- IMD Business School
News Stories · Family Business

Leadership means having a clear vision and taking people with you

Peter Vogel, Professor of Family Business and Entrepreneurship, Debiopharm Chair for Family Philanthropy and Director of IMD Global Family Business Center, answers five questions about his career, current work, leadership and global challenges.
September 2020


  1. What are you working on at the moment?

There are many exciting things that keep me (us) busy at the Global Family Business Center. For example, we have our open and custom programs that we are working on. In particular our long-term learning journeys, where we’re working with families and owners, their boards and top management to go through major transformations in a holistic and integrative way. We are finishing up a two-year research project on family philanthropy and are about to publish our latest book called “Family Philanthropy Navigator”, which will hopefully have a great impact in the family business and giving space. We are also preparing for our upcoming Leading the Family Office program and a research project on family offices.

  1. What quality do you admire most in a leader?

If a leader has a clear vision and direction, is able to sell that big plan to the people around him or her and get them onboard to join the journey – that, for me, is what a leader is about. At the same time, it is important to be able to assemble the best people and to help those people work to their strengths and capacities to help them get the best out of themselves. As they say in the startup world: “A players hire A players, B players hire C players”.

  1. If you had the power to make one decision to change the world what would it be?

There are so many things, but what I believe we are all starting to realize is that many of the world’s problems that have emerged in recent decades (food and water scarcity, environmental problems, etc.) are a direct result of a rapidly (probably too rapidly) growing world population. Systemic solutions need to be found that address the root-cause of the problem. Otherwise we’re just trying to treat the symptoms while the root-cause is getting worse by the minute.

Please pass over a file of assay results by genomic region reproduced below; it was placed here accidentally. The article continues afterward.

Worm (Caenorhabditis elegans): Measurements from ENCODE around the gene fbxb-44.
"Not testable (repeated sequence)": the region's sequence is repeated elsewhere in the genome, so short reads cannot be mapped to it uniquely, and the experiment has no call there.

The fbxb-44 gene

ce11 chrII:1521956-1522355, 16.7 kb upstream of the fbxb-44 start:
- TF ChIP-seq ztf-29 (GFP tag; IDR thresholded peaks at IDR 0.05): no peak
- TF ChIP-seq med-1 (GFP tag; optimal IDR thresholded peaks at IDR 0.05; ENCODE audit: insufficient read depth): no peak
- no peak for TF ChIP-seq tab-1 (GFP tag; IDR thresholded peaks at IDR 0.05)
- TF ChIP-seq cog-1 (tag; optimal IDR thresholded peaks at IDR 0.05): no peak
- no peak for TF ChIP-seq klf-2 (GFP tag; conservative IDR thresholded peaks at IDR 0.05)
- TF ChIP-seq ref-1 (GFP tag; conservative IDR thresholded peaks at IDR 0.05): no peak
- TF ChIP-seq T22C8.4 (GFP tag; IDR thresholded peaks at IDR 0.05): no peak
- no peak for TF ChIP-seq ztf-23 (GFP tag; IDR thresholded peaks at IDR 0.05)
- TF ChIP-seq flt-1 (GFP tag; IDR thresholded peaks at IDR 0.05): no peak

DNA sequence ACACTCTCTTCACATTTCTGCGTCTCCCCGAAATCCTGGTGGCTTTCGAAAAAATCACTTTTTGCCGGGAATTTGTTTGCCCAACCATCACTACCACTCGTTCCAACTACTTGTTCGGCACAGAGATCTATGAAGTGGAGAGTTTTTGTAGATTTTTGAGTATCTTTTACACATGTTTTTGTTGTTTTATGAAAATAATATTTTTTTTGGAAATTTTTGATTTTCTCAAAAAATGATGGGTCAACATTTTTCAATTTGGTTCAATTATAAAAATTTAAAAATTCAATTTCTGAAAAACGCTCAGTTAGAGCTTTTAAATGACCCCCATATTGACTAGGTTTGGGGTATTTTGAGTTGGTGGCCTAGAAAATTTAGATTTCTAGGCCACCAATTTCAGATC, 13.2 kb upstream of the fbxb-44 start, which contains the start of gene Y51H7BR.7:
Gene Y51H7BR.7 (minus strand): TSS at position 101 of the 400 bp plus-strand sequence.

1. What triggered your interest in your specialization?

I sometimes feel like I am a bit of a jack-of-all-trades, with many different interests. But what has clearly shaped my field of interest is any form of change and transformation (especially aspects related to social impact and philanthropy), paired with creativity, entrepreneurialism and an enterprising mindset. Having worked with startups for many years, I’m intrigued by any new forms of creative destruction, whether tech-driven or by addressing consumer needs through business model innovation. I have also developed a passion for working with enterprising families and family offices. I find this space super fascinating, across advisory, teaching and research perspectives – and then being able to bridge the gap between the two. For philanthropy, well, it plays such an important role in different ways for so many families that it is really not a separate subject (at least not the way we look at it in our latest book).

  1. What do you consider your greatest professional achievement?

There are two experiences I cherish a lot and that have shaped me:

(a) Having gone through the entire entrepreneurial journey from ideation, to launching a business, to raising capital and growing the business, all the way to partially exiting it a few years ago.

(b) The work we’ve started at the Family Business Center in systematically and holistically working with family enterprise systems in a long-term manner is incredibly rewarding. I feel like this will have a major impact on the field of family business in the years ahead.